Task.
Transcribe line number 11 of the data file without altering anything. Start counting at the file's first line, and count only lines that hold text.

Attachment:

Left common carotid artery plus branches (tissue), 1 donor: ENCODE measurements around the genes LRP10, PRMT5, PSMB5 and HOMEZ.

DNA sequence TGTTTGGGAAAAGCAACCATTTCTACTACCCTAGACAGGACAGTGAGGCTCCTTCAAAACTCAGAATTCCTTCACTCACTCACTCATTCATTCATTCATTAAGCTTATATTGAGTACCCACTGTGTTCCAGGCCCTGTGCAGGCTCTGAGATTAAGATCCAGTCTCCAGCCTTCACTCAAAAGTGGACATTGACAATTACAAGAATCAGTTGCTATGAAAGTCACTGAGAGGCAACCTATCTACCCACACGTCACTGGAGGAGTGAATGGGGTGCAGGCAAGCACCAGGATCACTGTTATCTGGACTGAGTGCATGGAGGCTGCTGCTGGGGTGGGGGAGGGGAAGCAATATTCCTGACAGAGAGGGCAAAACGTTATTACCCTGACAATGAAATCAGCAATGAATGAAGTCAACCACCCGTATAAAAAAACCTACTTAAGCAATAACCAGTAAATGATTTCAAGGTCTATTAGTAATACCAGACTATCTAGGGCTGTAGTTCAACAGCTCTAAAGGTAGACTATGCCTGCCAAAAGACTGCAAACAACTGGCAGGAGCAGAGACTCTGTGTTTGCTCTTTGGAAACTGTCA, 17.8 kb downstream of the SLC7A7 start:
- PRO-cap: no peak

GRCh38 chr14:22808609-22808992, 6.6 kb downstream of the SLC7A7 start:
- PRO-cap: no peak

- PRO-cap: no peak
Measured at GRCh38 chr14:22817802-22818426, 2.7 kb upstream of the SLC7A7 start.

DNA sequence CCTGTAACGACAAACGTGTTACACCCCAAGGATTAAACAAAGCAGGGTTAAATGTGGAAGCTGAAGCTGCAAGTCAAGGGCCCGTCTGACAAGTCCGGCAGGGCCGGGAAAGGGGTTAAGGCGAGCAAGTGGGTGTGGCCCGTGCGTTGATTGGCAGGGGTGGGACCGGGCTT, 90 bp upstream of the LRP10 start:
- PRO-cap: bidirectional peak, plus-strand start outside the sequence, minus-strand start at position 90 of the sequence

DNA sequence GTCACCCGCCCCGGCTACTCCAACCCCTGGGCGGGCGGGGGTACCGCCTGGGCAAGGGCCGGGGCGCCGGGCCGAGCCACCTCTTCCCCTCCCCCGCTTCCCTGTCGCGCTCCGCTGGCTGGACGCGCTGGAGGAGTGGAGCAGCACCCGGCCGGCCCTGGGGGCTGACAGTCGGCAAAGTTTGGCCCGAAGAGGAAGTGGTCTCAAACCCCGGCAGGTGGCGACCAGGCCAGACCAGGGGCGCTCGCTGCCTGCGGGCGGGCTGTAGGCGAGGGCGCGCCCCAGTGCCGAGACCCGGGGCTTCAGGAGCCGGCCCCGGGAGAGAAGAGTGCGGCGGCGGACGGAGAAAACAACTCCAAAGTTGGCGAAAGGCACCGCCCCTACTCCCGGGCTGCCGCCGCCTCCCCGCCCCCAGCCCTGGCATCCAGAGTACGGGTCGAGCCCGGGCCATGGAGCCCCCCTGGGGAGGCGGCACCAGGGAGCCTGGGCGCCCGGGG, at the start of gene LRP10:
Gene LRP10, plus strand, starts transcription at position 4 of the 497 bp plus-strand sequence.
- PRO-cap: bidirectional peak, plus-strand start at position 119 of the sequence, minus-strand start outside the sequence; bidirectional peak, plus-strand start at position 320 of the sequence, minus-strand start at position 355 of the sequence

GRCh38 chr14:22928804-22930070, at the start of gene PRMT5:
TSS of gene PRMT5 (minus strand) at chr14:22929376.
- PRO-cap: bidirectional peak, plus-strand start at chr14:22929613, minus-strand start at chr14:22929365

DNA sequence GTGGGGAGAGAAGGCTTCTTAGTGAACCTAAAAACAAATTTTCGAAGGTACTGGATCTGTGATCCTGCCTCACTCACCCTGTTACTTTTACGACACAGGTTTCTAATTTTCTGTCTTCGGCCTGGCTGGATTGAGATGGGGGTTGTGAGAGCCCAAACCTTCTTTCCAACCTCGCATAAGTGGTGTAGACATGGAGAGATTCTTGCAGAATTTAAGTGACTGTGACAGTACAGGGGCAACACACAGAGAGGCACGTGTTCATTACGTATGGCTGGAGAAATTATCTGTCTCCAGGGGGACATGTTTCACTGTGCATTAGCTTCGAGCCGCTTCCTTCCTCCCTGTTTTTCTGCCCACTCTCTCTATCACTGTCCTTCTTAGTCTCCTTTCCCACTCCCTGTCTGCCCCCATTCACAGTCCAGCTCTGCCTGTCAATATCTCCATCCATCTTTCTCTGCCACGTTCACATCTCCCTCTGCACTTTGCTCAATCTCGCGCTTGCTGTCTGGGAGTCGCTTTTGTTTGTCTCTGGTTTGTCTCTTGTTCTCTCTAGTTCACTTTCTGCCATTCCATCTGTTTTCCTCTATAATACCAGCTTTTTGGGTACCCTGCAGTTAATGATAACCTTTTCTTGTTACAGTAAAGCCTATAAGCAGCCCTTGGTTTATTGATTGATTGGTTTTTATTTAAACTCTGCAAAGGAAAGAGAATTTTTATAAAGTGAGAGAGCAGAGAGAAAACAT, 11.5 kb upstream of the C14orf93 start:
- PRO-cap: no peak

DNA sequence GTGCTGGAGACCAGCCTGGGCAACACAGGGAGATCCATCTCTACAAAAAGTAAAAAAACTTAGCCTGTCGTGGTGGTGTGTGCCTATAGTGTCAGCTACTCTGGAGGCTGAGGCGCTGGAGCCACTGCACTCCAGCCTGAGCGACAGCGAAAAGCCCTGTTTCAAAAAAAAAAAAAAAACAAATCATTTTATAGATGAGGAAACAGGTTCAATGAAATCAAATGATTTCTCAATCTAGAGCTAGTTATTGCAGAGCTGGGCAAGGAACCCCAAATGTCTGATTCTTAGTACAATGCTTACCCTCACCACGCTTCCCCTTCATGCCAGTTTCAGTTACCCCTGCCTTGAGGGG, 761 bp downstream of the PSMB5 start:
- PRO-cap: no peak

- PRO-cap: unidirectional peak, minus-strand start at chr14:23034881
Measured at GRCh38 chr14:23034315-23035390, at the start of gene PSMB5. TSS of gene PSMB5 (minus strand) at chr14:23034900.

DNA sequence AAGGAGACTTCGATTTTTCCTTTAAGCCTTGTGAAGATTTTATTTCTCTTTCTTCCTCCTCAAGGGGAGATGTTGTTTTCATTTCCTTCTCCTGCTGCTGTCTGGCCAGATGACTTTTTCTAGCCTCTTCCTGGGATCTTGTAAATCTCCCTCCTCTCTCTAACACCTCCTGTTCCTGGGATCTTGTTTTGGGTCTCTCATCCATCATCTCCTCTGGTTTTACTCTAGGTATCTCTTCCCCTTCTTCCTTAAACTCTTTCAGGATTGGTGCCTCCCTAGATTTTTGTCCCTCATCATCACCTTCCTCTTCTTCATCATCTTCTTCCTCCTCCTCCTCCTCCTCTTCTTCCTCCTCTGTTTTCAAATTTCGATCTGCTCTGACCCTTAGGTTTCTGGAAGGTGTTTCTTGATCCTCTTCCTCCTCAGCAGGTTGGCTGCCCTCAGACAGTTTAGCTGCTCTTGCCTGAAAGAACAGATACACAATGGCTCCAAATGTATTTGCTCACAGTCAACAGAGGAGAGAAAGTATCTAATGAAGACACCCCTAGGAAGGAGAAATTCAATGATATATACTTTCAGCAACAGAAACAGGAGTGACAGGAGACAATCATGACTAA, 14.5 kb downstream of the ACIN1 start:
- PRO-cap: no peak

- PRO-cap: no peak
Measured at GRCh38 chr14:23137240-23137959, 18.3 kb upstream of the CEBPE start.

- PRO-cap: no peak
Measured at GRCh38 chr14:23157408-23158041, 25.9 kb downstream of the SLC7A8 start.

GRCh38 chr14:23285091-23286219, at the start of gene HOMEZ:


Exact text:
Gene LRP10, plus strand, starts transcription at position 4 of the 497 bp plus-strand sequence.